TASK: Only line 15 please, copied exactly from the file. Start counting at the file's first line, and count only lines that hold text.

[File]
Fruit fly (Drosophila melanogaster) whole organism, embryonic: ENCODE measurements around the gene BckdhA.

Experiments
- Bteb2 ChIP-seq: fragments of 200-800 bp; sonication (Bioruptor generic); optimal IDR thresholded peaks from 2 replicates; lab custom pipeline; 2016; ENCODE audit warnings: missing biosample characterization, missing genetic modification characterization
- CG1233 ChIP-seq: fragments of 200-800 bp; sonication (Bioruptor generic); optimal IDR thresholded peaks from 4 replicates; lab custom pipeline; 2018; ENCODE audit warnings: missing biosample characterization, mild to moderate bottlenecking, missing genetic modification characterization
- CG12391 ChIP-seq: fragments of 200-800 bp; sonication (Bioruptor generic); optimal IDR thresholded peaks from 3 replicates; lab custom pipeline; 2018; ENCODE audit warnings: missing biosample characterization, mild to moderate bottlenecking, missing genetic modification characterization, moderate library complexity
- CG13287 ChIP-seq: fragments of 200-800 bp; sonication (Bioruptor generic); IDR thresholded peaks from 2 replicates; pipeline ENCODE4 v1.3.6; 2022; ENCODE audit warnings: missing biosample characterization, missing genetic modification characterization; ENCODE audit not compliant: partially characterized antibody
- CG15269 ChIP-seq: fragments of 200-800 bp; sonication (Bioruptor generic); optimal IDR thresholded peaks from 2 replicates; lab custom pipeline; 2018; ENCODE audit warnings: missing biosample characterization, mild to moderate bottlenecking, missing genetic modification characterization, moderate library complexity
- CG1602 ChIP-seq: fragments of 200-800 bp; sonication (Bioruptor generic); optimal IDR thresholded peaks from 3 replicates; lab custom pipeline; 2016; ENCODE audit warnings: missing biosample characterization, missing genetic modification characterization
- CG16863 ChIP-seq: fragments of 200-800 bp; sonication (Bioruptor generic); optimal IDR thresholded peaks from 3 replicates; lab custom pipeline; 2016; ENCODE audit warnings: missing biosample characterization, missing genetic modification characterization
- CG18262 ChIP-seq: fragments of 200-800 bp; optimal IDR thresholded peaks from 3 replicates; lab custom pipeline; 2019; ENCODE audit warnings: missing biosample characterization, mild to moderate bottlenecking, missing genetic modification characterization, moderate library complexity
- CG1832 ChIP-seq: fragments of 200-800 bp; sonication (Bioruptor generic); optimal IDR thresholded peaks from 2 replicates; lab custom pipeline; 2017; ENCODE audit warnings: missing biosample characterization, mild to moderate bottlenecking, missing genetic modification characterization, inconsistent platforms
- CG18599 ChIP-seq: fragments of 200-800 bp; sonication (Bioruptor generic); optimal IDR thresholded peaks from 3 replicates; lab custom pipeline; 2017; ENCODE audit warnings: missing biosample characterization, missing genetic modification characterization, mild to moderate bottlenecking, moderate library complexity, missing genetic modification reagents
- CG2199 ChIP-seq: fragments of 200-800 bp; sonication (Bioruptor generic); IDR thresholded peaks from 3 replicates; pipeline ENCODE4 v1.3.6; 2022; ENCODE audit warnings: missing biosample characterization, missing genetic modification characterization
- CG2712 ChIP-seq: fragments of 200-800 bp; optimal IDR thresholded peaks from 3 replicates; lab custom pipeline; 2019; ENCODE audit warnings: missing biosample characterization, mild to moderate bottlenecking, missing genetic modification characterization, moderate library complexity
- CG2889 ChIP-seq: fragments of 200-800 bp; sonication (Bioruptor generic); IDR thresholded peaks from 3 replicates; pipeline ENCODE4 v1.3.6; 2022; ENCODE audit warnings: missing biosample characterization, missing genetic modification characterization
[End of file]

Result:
- CG2889 ChIP-seq: fragments of 200-800 bp; sonication (Bioruptor generic); IDR thresholded peaks from 3 replicates; pipeline ENCODE4 v1.3.6; 2022; ENCODE audit warnings: missing biosample characterization, missing genetic modification characterization